The ordeal Wisconsin voters went through to be able to vote in person can sound as a warning to Pennsylvania voters and to those throughout the country. Although the Pennsylvania primary has been put off until June 2 we do not know what conditions await at the polls at that time and there is an alternative now which is Pennsylvania’s new vote by mail system. The point bears repeating. First you need to request a ballot on time and then return it on time so, as the expression goes, “no time for wasting!” Here is how.
Step One. Are You Registered? It may seem like a simple question but you may have moved, allowed registration to lapse, or the record might be incorrect. So check registration first.
For everyone who has a Pennsylvania driver’s license or the alternative Penn DOT ID card, take it out. If you also have online access through your computer, iPad, android or whatever, go to www.votespa.com. You want to check your Voter Registration Status. If you are not currently registered it will also help you to register. The simple on-line screen will ask you your County of residence, zip code, first name, last name, and date of birth. Click “Search” and it will tell you if you are ACTIVE, your political party, your U.S. Congressional District, and State Senate and State House Districts. It will also tell you your normal polling place but this will not be an issue if you are voting by mail. Note that, with social distancing and other rules, it is possible your regular polling place may have changed anyway.
Step 2. Request a Mail-In Ballot no later than May 26, 2020. Note the sooner the better. You need to give the Elections Office enough time to get the ballot to you well before election day. Note also that, in the past, in order to vote without going to the polls, you needed an excuse for an absentee ballot. This is no longer true so, although the form will ask the question whether you are disabled or unable to be at your regular polling place on election day, the questions are irrelevant. You can answer them either way but you can vote by mail-in ballot without any excuse.
In order to complete your request for a mail-in ballot online, you will go to www.pavotes.com/applymailballot and click and answer the questions. You will need the information from your valid Pennsylvania driver’s license or Penn DOT ID card to complete this online. If you do not have either of these, there is a form that can be accessed and mailed but obviously the online request is faster. The request for mail-in ballot must be received by 5:00 pm on May 26, 2020. If you make the request using the on-line form, then you have completed the time requirement at the time of sending and you will receive an online confirmation in the email you supply for response.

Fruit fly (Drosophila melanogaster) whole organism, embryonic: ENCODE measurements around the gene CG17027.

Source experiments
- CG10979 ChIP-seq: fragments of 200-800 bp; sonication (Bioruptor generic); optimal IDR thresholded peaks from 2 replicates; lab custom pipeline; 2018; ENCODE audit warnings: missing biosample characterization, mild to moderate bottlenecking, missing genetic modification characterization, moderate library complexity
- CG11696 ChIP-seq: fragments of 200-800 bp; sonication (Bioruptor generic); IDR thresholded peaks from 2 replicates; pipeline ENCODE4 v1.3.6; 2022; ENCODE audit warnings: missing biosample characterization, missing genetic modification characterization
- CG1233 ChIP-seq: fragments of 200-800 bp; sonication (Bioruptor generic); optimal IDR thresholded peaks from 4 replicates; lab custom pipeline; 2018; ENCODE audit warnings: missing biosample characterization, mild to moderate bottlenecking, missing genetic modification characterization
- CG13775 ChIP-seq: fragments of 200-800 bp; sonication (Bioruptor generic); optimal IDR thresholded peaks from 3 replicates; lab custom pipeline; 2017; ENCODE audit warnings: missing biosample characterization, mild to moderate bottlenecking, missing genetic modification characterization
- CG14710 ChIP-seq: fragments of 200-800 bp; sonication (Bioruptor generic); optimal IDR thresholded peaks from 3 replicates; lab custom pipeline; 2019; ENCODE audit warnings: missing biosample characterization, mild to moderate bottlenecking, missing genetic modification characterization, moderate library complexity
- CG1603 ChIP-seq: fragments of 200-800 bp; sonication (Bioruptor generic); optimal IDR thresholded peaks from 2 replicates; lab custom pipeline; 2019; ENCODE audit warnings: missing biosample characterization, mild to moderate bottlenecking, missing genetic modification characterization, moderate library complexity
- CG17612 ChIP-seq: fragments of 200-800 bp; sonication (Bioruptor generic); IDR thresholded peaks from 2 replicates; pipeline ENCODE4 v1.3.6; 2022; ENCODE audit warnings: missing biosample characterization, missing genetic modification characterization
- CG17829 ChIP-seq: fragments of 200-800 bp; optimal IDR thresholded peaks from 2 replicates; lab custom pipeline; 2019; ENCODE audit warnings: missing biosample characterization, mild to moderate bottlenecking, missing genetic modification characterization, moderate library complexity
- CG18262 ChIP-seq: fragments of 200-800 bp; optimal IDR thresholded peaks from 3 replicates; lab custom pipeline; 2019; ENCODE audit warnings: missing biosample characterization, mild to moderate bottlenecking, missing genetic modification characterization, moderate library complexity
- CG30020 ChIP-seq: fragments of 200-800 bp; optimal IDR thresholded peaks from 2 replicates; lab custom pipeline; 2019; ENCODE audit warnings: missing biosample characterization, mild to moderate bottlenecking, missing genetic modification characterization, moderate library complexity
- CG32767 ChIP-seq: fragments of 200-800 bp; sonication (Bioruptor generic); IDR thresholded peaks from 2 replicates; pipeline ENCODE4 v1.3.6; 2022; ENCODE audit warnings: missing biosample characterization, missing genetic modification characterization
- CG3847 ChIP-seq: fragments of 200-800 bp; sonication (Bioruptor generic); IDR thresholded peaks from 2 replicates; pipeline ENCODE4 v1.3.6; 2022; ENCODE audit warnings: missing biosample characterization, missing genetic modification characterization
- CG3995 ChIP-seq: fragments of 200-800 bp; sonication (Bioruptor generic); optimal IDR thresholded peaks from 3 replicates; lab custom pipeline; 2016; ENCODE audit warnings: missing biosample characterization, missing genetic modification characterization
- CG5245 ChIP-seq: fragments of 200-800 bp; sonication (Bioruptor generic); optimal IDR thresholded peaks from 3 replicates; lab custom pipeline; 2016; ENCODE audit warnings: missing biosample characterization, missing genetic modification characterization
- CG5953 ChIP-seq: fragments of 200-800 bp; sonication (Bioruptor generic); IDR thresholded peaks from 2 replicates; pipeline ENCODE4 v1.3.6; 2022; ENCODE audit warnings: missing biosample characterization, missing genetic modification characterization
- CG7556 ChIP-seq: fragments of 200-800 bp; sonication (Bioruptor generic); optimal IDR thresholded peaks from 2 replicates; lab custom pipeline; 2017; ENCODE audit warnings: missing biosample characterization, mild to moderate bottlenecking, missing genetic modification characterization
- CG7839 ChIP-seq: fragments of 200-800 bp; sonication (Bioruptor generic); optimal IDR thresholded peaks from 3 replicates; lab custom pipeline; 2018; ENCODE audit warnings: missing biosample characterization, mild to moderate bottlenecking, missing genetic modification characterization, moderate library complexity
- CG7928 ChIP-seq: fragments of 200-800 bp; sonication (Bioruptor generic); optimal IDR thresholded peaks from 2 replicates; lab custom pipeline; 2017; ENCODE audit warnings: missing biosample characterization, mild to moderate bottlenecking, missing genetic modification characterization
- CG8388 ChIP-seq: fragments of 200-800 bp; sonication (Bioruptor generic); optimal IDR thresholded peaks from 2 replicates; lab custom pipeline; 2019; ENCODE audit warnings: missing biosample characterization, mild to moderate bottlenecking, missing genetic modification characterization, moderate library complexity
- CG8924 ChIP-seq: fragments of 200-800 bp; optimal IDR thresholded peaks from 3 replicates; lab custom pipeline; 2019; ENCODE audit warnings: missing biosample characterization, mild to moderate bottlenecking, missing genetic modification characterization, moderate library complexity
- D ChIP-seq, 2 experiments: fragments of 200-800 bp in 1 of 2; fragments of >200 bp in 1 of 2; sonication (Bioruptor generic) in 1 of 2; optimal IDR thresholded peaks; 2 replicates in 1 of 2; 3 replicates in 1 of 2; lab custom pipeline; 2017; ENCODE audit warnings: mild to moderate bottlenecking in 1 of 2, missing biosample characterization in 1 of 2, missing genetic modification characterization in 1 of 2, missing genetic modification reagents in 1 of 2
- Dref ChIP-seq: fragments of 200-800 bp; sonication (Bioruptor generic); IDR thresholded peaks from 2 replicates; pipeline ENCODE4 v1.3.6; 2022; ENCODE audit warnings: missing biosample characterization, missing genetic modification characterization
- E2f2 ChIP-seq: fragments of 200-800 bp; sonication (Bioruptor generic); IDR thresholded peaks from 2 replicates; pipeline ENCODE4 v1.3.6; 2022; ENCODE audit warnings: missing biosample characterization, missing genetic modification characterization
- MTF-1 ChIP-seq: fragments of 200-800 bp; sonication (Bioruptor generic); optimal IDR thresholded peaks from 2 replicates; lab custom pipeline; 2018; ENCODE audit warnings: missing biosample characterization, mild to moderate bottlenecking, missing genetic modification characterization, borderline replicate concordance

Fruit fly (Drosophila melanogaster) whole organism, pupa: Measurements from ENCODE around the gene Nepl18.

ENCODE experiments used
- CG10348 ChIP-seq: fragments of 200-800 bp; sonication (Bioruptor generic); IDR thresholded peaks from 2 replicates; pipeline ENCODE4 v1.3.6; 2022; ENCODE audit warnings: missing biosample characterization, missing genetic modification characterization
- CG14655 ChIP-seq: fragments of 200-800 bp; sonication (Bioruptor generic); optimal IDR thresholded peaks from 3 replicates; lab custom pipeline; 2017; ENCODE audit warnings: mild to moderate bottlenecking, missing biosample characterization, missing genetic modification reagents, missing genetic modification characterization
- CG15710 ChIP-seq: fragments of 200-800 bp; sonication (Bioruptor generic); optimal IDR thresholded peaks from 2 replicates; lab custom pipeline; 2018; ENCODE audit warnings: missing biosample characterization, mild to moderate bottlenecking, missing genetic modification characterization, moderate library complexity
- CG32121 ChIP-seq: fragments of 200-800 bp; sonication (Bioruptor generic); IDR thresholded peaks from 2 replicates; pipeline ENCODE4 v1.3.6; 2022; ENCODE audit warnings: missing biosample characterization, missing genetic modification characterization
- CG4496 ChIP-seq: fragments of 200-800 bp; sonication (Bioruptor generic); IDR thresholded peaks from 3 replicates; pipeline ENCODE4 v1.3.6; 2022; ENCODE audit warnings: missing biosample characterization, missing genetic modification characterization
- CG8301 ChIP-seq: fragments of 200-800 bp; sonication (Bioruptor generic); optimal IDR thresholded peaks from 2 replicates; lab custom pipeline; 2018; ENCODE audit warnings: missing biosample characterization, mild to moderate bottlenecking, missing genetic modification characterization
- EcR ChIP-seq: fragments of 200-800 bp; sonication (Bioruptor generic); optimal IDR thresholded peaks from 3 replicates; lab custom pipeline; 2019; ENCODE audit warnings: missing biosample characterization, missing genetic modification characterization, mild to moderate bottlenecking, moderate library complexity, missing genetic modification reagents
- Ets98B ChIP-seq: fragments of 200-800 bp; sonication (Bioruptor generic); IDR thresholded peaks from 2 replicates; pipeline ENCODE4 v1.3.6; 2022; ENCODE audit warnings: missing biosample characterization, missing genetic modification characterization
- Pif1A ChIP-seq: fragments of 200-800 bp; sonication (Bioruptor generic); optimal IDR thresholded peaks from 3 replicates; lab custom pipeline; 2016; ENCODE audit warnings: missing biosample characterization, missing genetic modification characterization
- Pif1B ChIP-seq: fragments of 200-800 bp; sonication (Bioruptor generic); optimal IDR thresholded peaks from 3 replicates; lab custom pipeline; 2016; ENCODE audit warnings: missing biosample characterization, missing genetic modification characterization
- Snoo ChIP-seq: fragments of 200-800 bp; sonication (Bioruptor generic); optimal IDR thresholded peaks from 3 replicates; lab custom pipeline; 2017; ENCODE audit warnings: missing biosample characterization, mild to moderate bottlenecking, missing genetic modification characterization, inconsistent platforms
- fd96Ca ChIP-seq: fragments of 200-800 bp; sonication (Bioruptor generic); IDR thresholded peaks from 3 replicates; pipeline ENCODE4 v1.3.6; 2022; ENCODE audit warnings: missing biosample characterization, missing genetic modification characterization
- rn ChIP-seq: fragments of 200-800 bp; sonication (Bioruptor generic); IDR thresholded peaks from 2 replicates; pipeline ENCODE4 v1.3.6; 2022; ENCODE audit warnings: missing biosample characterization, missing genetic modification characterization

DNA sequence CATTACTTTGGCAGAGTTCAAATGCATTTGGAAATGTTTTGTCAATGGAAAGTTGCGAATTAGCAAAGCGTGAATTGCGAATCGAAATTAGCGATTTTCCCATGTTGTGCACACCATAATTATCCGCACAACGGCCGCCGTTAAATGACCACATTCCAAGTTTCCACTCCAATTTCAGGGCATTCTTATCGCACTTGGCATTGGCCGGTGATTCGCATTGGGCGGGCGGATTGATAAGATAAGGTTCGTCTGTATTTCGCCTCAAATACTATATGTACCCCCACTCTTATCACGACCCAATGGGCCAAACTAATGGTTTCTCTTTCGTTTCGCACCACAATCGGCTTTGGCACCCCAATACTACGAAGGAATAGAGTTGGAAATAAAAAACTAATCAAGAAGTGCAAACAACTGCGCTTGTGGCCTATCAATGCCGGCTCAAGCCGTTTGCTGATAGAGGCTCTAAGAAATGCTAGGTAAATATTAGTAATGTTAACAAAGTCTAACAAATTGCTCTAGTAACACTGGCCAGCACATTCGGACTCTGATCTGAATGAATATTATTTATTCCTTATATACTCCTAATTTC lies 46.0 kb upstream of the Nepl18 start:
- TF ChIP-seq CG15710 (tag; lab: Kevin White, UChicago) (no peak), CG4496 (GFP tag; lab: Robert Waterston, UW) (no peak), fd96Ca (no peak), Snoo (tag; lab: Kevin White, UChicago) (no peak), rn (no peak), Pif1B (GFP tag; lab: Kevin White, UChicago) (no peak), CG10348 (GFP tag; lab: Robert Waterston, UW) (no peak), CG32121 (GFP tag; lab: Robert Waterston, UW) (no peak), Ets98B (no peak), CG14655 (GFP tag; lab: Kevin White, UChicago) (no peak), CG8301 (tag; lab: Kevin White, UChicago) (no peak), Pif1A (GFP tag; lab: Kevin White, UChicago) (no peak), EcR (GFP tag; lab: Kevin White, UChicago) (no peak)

Step 3. After you request and receive the mail-in ballot you must return it to be at the election office no later than June 2, 2020 at 8:00 pm. If you vote by mail, you do not return it to the polling place. It is to be returned to the election office – and give it plenty of time to get there. In a worst case scenario you could carry it in person to the election office on primary election day, June 2, no later than 8:00 pm but you do not want to do this. Also, if you vote by mail, you do not change your mind later and go to the polling place. Your mail-in ballot is your vote.
Step 4. If you wish you can request to be added to the mail-in ballot request list. This is the bonus. If you go through this procedure once and request to be added to the mail-in ballot list, you do not need to go back and register to vote by mail for each election. In other words you should be set for the general election including the presidential and other offices in November. It can be worth it.
Esquire, Colliton Law Associates, P.C. Janet Colliton has practiced law for over 38 years, 37 of them in Chester County, Pennsylvania, a suburb of Philadelphia. Her practice, Colliton Law Associates, PC, is limited to elder law, Medicaid, including advice, applications and appeals, and other benefits planning including Veterans benefits, life care and special needs planning, guardianships, retirement, and estate planning and administration.